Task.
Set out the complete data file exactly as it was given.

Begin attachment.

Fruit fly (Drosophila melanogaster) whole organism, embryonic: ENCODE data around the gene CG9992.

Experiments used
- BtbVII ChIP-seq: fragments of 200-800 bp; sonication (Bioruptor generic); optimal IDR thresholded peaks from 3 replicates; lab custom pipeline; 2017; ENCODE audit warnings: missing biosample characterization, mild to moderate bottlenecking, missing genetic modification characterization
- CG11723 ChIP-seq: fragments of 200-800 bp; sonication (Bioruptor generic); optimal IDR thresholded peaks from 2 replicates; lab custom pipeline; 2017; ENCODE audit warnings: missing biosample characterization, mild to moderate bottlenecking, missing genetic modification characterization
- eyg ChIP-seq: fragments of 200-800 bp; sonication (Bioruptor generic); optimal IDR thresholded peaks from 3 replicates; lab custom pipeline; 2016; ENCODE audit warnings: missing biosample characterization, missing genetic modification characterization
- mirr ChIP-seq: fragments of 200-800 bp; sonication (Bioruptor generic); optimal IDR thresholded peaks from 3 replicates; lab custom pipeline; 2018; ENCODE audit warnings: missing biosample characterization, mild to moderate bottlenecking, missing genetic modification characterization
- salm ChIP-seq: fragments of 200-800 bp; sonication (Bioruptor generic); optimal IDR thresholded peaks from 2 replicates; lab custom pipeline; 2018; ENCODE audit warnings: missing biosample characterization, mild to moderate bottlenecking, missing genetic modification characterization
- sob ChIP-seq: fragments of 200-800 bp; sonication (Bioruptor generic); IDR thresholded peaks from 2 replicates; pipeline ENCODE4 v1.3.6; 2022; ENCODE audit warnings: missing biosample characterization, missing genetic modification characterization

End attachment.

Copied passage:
Fruit fly (Drosophila melanogaster) whole organism, embryonic: ENCODE data around the gene CG9992.

Experiments used
- BtbVII ChIP-seq: fragments of 200-800 bp; sonication (Bioruptor generic); optimal IDR thresholded peaks from 3 replicates; lab custom pipeline; 2017; ENCODE audit warnings: missing biosample characterization, mild to moderate bottlenecking, missing genetic modification characterization
- CG11723 ChIP-seq: fragments of 200-800 bp; sonication (Bioruptor generic); optimal IDR thresholded peaks from 2 replicates; lab custom pipeline; 2017; ENCODE audit warnings: missing biosample characterization, mild to moderate bottlenecking, missing genetic modification characterization
- eyg ChIP-seq: fragments of 200-800 bp; sonication (Bioruptor generic); optimal IDR thresholded peaks from 3 replicates; lab custom pipeline; 2016; ENCODE audit warnings: missing biosample characterization, missing genetic modification characterization
- mirr ChIP-seq: fragments of 200-800 bp; sonication (Bioruptor generic); optimal IDR thresholded peaks from 3 replicates; lab custom pipeline; 2018; ENCODE audit warnings: missing biosample characterization, mild to moderate bottlenecking, missing genetic modification characterization
- salm ChIP-seq: fragments of 200-800 bp; sonication (Bioruptor generic); optimal IDR thresholded peaks from 2 replicates; lab custom pipeline; 2018; ENCODE audit warnings: missing biosample characterization, mild to moderate bottlenecking, missing genetic modification characterization
- sob ChIP-seq: fragments of 200-800 bp; sonication (Bioruptor generic); IDR thresholded peaks from 2 replicates; pipeline ENCODE4 v1.3.6; 2022; ENCODE audit warnings: missing biosample characterization, missing genetic modification characterization